Facebook Creative Shop CCO: 'Creative people must re-engage with media'

Mark D'Arcy, VP and chief creative officer, Facebook Creative Shop.
Mark D'Arcy, VP and chief creative officer, Facebook Creative Shop.

Mark D'Arcy spoke about building "creative capital" during a visit to Mumbai

MUMBAI — Mark D'Arcy, VP and chief creative officer of Facebook Creative Shop, visited the Ad Club here on Friday to speak about new ways technology has aligned creativity and business.

The meritocracy of information, according to D’Arcy, is fundamentally altering the way in which people and brands interact.

"We grew up with linear forms of entertainment; there were only a finite number of things we were watching," he said. "You would watch something once, you could never revisit it. Today, that is not the case. We will soon be able to put reusable content in the hands of everyone."

Building ‘creative capital’

The connections the Internet has opened creates new competition for consumer attention, D’Arcy said, and as technology evolves this competition will only increase.

That means creative people must act as guides in this new media landscape. "No matter how powerful any technology is, I believe that creativity is the key to unlocking that technology," he said.

D'Arcy advised agencies to build "creative capital."

"Creativity is not some abstract form of crayon drawing," he said. "The more time I’ve spent with technology, the more I’ve realized that technology is aligned with creativity, and technology is enabling new kinds of creativity."

D’Arcy said marketers can no longer assume their work will capture consumers' attention disruptively. "It is far more valuable to stop what we’re doing and think about marketing as the manifestation of purpose — where we connect to people with things of value to them. We’re moving from disruption to connection.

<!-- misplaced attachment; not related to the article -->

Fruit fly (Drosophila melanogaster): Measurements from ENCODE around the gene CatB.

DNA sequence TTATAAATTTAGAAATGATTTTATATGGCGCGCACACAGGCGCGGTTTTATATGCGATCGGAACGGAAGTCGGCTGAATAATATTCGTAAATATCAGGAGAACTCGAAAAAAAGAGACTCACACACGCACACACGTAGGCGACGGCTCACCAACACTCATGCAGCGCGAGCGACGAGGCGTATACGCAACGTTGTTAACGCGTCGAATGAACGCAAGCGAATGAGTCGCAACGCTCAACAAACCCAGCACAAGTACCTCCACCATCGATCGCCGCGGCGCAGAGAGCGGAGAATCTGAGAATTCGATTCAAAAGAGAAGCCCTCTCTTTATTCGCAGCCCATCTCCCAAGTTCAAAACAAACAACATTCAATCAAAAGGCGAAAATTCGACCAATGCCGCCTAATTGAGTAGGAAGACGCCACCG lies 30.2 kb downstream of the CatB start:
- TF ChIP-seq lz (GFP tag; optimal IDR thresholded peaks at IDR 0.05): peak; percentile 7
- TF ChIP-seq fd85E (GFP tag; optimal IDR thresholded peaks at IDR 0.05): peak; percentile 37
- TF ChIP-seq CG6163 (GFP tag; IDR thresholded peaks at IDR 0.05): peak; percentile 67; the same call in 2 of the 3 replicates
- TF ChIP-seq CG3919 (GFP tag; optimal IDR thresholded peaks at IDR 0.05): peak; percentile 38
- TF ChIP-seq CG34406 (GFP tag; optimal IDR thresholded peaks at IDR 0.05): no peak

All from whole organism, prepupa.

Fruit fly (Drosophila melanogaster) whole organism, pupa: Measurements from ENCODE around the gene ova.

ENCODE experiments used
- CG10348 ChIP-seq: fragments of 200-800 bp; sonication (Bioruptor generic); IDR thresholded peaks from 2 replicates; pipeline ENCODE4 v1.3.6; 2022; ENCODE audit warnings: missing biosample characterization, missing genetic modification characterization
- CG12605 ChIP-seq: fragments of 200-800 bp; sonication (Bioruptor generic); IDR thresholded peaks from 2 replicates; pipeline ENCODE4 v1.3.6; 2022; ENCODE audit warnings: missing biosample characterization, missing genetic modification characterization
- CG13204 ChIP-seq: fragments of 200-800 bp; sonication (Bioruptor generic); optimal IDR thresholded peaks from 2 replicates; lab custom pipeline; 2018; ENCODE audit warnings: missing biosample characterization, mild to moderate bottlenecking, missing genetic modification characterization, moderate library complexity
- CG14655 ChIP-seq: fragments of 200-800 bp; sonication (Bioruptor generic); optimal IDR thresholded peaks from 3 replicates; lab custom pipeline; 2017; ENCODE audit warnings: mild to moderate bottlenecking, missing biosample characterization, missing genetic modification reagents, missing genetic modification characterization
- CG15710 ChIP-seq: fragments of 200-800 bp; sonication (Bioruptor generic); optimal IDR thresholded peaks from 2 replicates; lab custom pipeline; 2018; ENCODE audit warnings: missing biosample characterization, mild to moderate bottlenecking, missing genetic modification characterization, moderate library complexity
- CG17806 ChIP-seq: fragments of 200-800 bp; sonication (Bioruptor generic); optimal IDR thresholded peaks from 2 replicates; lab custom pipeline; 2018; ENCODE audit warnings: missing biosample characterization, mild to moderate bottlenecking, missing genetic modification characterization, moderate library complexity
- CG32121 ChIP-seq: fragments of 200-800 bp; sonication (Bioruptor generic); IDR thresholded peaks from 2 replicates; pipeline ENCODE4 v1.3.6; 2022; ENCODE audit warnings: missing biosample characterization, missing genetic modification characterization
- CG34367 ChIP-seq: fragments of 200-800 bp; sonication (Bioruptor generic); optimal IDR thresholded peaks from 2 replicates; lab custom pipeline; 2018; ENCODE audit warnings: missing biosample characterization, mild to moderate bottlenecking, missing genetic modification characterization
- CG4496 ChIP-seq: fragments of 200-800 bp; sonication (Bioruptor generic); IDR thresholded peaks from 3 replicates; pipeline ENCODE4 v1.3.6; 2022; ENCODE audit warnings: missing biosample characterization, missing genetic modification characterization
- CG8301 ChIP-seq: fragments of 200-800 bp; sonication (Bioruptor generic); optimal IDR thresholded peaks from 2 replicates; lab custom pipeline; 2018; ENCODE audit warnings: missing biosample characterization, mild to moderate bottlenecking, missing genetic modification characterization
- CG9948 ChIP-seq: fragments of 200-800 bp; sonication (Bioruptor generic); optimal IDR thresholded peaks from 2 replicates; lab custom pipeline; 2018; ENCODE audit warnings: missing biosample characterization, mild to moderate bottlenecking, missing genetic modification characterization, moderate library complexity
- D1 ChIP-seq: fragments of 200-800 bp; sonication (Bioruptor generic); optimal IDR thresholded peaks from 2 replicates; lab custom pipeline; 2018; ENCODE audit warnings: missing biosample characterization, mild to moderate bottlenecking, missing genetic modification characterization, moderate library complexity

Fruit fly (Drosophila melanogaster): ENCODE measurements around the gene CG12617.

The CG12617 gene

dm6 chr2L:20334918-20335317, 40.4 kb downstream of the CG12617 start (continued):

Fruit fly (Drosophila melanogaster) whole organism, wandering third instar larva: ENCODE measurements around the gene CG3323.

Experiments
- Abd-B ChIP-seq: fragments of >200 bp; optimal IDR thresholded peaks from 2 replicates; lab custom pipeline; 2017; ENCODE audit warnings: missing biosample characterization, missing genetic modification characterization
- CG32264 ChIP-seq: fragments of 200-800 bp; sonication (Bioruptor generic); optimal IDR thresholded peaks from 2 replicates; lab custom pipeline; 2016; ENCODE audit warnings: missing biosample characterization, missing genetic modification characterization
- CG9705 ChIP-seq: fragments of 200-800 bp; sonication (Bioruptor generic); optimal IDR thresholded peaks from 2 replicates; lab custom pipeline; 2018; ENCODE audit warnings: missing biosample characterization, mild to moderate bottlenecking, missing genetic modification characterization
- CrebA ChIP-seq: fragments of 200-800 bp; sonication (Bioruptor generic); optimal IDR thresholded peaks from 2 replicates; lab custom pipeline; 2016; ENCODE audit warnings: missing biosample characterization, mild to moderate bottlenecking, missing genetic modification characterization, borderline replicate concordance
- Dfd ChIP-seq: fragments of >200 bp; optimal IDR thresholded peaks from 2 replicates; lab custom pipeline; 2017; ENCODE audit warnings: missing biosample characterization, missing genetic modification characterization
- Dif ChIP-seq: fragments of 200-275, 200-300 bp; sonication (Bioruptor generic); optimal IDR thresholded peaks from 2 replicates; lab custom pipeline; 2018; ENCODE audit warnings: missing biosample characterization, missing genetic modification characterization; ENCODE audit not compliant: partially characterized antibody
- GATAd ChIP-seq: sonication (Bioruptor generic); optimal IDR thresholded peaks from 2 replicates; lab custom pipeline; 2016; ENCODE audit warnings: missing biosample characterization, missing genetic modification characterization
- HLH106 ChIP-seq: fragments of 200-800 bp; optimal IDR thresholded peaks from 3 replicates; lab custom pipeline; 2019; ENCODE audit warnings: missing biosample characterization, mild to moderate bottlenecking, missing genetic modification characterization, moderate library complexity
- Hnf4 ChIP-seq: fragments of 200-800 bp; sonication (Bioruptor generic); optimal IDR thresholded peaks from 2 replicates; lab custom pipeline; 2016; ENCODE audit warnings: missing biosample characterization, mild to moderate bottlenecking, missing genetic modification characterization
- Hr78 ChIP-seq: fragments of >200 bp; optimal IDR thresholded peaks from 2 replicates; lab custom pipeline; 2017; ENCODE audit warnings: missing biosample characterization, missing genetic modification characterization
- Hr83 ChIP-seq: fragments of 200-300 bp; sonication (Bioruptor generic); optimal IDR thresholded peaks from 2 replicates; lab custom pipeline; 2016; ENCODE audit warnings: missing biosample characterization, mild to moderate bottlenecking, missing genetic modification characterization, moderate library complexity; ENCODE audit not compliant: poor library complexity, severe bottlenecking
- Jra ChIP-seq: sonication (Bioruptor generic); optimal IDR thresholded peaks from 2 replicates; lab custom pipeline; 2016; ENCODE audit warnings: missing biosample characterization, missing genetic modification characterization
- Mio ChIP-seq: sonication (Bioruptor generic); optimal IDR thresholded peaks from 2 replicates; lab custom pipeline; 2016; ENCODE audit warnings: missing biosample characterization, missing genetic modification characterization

"If we look at marketing as the manifestation of service and brand purpose, we go from marketing ‘at’ people to marketing ‘for’ people. That changes everything.

"We need to build experiences in a way that respects people’s time," D'Arcy said. "People in business always talk about ROI, but the viewing audience always talks about ROA (return on attention)."


Creative people must get more involved in the science of media distribution, D’Arcy said. "When you get creative people involved in the process you will save money, and it will be the best way to make sure your work will get realized.

"Filmmakers and musicians obsess not only about the making of their product but also the distribution," he said. "I think if creative people re-engage in this, they will advance their story."

This story first appeared on Campaign India.

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